And so it was: despite winning last year with a decided – and large - mandate from the membership, Corbyn’s supporters were obliged to spend another summer campaigning to get him re-elected as leader of the Labour party. Time which could have been spent drawing up and developing policies, or reaching out to the wider public, had to instead be invested in persuading existing members to vote for Corbyn once again.

That is not to say that nothing positive came out of this campaign. In fact, more than a hundred thousand new members joined the Labour party thanks to the need to re-elect Corbyn, bringing its total membership to over half a million. Of course these new members were all too predictably shunned by the Blairites as ‘entryists’, despite only a handful having actually come from other left parties. Furthermore, it is deeply ironic that radical politics is treated as something foreign to the Labour party, which was after all originally formed to give a voice to the working-class, whilst many of its MPs are deeply conservative and hold values akin to the Conservative party (for instance, abstaining on or voting against taxation of the rich, and voting for austerity measures).

Since his re-election Corbyn has created ‘the most diverse Shadow Cabinet ever’, including 16 women and 14 men, and five people of non-white ethnicities. But it is not just representation which has improved so greatly; the cabinet is laying out some exciting and highly progressive policies to combat some recent Conservative proposals – for instance, Angela Rayner’s ‘Education not Segregation’ campaign against the return to exclusive grammar schools (schools catering only to an exclusive set of 'academically-oriented' students, while ordinary students would study in regular secondary schools). Since the Brexit result there has been a sharp intensification of xenophobia and racism, with the Conservative party openly adopting far-right policies such as ‘British jobs for British Workers’. This discourse has been taken beyond earlier debates on immigration laws and become explicitly about targeting all ‘foreigners’. Corbyn, who has a long history of involvement in anti-racist struggles, has continued to passionately oppose this scapegoating and has steadfastly refused to compromise on the issue of maintaining freedom of movement post-Brexit. He has also called for teaching on the destructive impact of British colonialism and Empire in schools to be compulsory. There is a clear sense of hope now, as the movement around Corbyn continues to grow, that ‘a new kind of politics’ is gaining popularity. However, it is crucial that the movement is able to both resist the constant attacks from the Labour right as well as the mainstream media and the Conservatives, whilst channelling energy into building struggles on the ground and centring those most affected by this escalating racism and neoliberal austerity.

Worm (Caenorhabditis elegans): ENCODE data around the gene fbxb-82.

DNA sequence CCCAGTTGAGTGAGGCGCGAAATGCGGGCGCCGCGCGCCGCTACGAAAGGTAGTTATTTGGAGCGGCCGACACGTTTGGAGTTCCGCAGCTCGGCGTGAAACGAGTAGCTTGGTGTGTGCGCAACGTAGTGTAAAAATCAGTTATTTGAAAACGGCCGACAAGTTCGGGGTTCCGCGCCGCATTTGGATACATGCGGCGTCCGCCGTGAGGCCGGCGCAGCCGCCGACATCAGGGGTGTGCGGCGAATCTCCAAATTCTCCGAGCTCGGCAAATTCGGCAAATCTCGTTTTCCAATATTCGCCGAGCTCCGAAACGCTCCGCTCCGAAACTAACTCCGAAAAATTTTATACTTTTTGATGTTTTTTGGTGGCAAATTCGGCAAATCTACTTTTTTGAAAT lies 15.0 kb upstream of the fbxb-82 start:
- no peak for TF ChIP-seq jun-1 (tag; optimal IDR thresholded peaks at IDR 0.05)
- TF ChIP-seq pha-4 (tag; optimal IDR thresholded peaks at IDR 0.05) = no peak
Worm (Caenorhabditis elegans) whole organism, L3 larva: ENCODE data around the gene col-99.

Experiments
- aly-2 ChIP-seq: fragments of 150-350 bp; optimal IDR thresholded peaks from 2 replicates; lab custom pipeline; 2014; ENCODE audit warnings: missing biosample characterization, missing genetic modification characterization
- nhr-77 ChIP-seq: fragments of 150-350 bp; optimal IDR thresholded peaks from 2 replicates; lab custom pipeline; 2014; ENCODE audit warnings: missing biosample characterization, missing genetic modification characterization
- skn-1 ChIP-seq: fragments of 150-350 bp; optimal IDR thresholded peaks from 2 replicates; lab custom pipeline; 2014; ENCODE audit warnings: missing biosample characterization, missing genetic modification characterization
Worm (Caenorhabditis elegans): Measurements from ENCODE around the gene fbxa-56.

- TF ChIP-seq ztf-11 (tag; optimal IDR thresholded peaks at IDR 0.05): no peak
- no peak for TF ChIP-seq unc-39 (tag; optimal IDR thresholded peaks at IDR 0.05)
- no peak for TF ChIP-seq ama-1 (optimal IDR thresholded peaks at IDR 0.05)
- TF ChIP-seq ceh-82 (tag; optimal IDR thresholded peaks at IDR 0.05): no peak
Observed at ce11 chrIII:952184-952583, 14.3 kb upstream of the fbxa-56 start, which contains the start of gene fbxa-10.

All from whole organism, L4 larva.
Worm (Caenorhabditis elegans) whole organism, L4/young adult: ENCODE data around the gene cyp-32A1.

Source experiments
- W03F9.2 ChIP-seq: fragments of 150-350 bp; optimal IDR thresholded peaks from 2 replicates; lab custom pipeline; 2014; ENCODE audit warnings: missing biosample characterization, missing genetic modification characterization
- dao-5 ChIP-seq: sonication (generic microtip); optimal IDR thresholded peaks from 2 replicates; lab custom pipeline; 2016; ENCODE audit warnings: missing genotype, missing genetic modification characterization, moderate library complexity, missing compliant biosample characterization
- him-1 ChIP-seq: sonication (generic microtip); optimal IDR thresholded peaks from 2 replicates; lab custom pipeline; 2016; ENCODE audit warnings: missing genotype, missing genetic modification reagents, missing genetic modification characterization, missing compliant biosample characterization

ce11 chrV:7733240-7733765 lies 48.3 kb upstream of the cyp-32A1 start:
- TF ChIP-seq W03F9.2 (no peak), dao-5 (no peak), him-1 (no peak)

Liberation Archive